A recent fundraising email to that effect using some of O’Toole’s own comments helped the Liberals hit one of their strongest weeks of online fundraising since the 2019 campaign.

The Conservatives

The goal for the Conservatives in the next election is to form government.

Their path to victory revolves around making the case the Liberals are unfit to manage the post-pandemic recovery, and 2021 will see the Tories roll out their ideas and arguments for why their approach would be better.

Newly minted leader Erin O’Toole — he won the job in August — must become better known to Canadians; while Trudeau spent the lead-up to Christmas doing year-end interviews with major national media outlets, O’Toole’s approach was to avoid most and focus on regional players.

Expanding the party’s reach beyond its loyal and committed base is the primary challenge for O’Toole.

Doing so requires a delicate dance between ensuring card-carrying members of the party see their demands met and not alienating potential voters.

Those two goals may come to a head at the party’s upcoming virtual convention.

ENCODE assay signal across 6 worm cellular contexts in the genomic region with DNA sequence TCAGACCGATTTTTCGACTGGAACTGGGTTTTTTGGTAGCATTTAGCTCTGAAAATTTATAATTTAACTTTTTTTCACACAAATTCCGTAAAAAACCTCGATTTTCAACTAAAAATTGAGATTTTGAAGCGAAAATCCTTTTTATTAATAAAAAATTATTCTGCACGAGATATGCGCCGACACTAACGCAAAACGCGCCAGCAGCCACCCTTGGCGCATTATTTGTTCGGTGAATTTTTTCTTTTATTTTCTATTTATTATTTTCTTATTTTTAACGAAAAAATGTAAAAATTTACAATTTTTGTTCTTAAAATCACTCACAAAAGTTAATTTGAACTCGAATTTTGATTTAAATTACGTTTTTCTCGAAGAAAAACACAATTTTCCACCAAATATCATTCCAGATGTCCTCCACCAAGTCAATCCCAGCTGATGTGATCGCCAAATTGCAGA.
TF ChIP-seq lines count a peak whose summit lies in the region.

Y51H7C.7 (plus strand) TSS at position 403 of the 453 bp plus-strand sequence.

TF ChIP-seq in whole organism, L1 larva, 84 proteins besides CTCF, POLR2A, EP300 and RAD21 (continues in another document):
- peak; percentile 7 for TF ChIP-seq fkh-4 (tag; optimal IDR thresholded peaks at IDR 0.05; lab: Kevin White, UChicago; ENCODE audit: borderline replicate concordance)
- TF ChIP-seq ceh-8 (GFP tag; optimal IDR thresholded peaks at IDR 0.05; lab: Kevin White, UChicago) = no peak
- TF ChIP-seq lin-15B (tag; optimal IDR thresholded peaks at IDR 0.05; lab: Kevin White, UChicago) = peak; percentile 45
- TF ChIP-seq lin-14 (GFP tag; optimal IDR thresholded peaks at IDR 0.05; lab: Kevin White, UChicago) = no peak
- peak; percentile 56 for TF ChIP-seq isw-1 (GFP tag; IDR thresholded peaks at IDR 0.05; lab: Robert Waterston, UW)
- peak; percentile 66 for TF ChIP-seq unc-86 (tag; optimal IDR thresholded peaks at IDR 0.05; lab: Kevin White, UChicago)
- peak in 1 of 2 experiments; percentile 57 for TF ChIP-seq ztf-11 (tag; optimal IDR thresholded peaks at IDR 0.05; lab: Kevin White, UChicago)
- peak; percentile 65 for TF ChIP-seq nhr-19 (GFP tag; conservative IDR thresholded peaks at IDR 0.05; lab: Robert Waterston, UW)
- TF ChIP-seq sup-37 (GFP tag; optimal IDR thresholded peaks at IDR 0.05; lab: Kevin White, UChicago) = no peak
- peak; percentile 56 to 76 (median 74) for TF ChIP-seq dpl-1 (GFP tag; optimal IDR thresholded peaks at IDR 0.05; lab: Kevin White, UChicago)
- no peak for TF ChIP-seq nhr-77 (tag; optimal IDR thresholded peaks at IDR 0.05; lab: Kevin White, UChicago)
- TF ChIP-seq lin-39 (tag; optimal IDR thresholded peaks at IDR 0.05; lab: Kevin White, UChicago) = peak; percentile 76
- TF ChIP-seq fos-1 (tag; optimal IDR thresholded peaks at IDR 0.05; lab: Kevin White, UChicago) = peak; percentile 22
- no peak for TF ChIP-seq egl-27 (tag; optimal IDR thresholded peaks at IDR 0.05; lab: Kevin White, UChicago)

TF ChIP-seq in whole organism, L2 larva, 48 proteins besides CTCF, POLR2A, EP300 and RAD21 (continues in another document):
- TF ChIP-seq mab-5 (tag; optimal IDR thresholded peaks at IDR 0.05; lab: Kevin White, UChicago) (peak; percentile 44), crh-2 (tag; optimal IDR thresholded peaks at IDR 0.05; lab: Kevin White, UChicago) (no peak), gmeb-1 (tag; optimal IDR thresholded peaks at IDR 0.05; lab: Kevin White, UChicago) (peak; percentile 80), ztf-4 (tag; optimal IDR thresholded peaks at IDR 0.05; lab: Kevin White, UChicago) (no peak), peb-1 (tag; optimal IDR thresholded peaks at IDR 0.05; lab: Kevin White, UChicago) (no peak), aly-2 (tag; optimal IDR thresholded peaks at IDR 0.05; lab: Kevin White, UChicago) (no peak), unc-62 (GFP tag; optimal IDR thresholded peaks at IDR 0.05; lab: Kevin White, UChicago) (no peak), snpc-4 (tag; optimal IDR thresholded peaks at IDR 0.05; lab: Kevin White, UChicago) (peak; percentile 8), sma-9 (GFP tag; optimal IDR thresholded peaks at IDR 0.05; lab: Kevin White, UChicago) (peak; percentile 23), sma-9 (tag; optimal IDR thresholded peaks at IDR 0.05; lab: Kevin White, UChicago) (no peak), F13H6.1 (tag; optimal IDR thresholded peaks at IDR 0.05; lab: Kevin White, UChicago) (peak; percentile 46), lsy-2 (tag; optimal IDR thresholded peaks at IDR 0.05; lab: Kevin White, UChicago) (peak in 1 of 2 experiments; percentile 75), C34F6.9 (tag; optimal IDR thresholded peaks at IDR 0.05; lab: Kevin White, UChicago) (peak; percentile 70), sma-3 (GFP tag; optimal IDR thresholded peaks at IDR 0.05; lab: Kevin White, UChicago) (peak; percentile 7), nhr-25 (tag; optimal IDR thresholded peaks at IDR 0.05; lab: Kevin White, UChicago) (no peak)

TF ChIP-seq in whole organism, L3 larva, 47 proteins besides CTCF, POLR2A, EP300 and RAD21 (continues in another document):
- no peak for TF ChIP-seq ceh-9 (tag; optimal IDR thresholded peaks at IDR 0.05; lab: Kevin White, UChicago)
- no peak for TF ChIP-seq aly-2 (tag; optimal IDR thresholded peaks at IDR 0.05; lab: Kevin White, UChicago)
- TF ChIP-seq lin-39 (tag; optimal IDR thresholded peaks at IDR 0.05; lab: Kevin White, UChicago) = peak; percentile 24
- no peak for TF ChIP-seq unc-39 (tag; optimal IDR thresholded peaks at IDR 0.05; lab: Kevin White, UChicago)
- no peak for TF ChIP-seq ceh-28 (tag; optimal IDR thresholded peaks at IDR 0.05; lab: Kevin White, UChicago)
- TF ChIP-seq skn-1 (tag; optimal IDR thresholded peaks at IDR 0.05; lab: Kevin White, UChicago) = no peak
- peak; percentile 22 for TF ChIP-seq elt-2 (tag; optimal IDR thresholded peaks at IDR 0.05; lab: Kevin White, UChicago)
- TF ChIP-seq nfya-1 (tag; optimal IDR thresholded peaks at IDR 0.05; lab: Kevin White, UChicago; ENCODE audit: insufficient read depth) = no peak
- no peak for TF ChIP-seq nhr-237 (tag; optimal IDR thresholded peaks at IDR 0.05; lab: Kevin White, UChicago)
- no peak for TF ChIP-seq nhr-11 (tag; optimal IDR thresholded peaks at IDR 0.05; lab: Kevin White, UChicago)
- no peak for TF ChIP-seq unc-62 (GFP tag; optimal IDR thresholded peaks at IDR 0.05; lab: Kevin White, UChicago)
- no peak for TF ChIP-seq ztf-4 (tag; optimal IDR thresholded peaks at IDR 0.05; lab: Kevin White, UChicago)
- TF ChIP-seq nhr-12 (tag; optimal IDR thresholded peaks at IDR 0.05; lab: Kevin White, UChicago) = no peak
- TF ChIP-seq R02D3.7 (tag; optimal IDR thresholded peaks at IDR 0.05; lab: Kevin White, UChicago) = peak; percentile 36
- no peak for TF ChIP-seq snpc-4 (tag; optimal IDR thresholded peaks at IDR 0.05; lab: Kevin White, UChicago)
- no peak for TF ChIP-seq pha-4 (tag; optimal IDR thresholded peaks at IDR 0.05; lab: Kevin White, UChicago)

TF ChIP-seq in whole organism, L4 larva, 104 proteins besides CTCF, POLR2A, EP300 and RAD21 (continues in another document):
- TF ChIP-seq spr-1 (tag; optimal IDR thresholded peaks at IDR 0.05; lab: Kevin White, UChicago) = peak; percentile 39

What motions O’Toole supports or ignores there will signal which direction he wants to take the party, especially with groups like the anti-abortion Campaign Life Coalition mobilizing to advance its causes on the convention floor.

The New Democrats

The Liberals have hoovered up NDP ideas like Santa eating cookies on Christmas Eve: pharmacare, paid sick days and the cancellation of interest on student loans are now part of the policy package for the government.

NDP Leader Jagmeet Singh has said the government must act on those promises to ensure his party’s ongoing support, but they also have other demands, like increased taxes on the “ultrarich.”

The NDP secured concessions from the Liberals in pandemic-response legislation, but a decision to prop them up in a vote over WE Charity raised some eyebrows.

Taking the ethical high ground is a central talking point for the party and painting the Liberals as corrupt friends of the rich is core to the their political strategy.

Singh says he is guided by doing what’s best for Canadians, but how much runaway he has within his own party to keep propping up the government is unclear.